As I saw the success of the edition pieces, recognizing it would take me a couple weeks to sell out, I was like OK well I think I can keep some income flowing. As long as NFT's are still popular a year from now, I will probably be fine. When I did my first Gutter Cat Gang remix, I was not confident that those were going to sell, I didn't know if anybody cared or wanted those. I only made seven of the first one, and then they sold out in like 3 minutes and i was like OK, people are into it. Even if it's just working class like I said, I'll be fine.
Anaroth: You mentioned that you started turning down design jobs as you focused on your own art. What advice do you have for artists on understanding how to select the right projects to collaborate on?
Pop Wonder: I definitely don't say yes to everything, and yeah, it's it's been the most challenging thing. Dealing with the idea of letting people down, or saying no to people in that regard can be hard. What does get me engaged in a collaboration first off is if I know the person, and we have been in the trenches together. That's basically happening as soon as i have the time to do it. The other thing is if they have a very specific thing that they do, or a very specific NFT collection like Crypto Climates, Made by Megan she hit me up and I did not know her. But when I looked at the collection, it's successful, and also it's a very specific thing. It's an isometric chunk of land that she does in different styles and different variations. I was like oh I can make my own isometric chunk of land easily, I already basically know what I’m gonna do. That's really the key, if I can wrap my head around it immediately.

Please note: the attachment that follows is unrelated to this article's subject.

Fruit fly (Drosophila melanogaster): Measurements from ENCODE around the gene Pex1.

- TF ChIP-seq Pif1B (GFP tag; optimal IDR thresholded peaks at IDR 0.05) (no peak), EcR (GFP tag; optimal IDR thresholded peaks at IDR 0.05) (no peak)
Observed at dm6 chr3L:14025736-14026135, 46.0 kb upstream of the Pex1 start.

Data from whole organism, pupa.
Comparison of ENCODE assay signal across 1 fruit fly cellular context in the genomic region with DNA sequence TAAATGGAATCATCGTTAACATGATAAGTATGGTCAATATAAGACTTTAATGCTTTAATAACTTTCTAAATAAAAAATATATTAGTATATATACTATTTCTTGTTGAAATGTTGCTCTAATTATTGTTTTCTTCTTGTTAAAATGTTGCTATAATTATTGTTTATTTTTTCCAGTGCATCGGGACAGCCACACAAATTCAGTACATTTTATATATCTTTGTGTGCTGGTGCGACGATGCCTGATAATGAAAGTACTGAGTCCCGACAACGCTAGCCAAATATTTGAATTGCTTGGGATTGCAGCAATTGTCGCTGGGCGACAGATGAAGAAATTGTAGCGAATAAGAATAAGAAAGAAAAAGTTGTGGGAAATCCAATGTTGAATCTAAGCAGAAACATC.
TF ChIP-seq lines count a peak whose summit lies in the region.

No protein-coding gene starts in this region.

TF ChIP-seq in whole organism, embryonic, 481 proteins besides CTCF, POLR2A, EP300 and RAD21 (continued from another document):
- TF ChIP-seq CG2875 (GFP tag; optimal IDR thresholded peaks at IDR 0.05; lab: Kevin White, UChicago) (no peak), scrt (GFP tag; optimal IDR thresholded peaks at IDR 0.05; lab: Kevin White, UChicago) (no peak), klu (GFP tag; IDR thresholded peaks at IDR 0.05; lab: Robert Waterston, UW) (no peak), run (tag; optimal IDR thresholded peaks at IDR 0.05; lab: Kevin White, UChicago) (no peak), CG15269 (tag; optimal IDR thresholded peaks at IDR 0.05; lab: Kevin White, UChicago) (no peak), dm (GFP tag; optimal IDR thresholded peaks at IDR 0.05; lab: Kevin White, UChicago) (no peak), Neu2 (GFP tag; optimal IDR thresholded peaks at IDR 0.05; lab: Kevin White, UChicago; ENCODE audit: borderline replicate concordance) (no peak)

So if you're reaching out to artists, don’t just be like hey, wanna collab? Have an Idea. Another great example here is BearBrains. He sketched an animation, we got on the phone for a second he said all you have to do is do your thing over each frame, and to me that just clicks. I'm like OK yes, and it was dope what he made, and it worked perfectly with my style. Those are the kind of ways for me, basically, if you make it very easy for me then it’s a better chance. But come with a vision.